Where works to alter or extend are proposed, physical constraints in the size of an extension or the form of an existing building may mean that meeting recommendations in guidance is not always possible. Accordingly:
where alteration or extension of a building includes works to, or provision of a new, apartment on the principal living level of the dwelling, and there is not already an enhanced apartment on that level, guidance in clause 3.11.2 should be met as far as is reasonably practicable
where altering an existing kitchen, guidance on manoeuvring space given in clause 3.11.3 should be met as far as is reasonably practicable.
Drying washing indoors can produce large amounts of water vapour that needs to be removed before it can damage the building fabric or generate mould growth that can be a risk to the health of occupants. The tendency to build ‘tighter’ buildings could increase these risks by trapping the moisture in the building. Providing dedicated drying areas either outside or inside the dwelling should discourage householders from using non-sustainable methods of drying washing and should encourage the adoption of alternative practices that limit the production of greenhouse gases and the depletion of material resources.
Outdoor drying space - drying washing outside will avoid the problems of high relative humidity in the home and where it is reasonably practicable, an accessible space for the drying of washing should be provided for every house on ground immediately adjacent to, and in the same occupation as, the house. The area provided should allow space for at least 1.7m of clothes line per apartment.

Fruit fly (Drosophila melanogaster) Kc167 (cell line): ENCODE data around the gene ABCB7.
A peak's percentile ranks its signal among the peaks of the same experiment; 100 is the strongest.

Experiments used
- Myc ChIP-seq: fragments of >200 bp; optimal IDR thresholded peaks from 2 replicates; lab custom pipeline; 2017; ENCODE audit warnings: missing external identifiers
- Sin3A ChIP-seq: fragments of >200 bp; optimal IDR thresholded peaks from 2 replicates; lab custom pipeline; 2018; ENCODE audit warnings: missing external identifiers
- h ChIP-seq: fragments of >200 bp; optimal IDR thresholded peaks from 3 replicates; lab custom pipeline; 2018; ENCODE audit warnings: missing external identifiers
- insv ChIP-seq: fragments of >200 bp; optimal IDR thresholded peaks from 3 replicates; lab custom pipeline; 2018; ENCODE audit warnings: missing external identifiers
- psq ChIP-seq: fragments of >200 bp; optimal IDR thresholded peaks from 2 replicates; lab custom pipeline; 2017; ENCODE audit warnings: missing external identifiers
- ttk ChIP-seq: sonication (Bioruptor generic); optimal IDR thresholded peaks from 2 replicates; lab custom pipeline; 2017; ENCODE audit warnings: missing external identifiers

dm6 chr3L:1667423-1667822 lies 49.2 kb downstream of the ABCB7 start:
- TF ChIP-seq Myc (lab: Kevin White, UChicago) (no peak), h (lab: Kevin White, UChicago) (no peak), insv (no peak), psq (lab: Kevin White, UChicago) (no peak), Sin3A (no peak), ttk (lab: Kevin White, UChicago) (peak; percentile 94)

Indoor drying space - since weather is unreliable in Scotland, a designated space for the drying of washing should be provided in every dwelling, in addition to the external space.
The designated space may be either:
capable of allowing a wall mounted appliance which may, for example be fixed over a bath, or
capable of allowing a ceiling-mounted pulley arrangement, or
a floor space in the dwelling on which to set out a clothes horse.
The designated space should have a volume of at least 1m3 and should have no dimension less than 700mm. The designated space should allow space for at least 1.7m of clothes line per apartment.
The location of the designated space should not restrict access to any other area or appliance within the dwelling nor obstruct the swing of any door.
Guidance to Standard 3.14 provides information on the ventilation of indoor spaces designated for the drying of washing.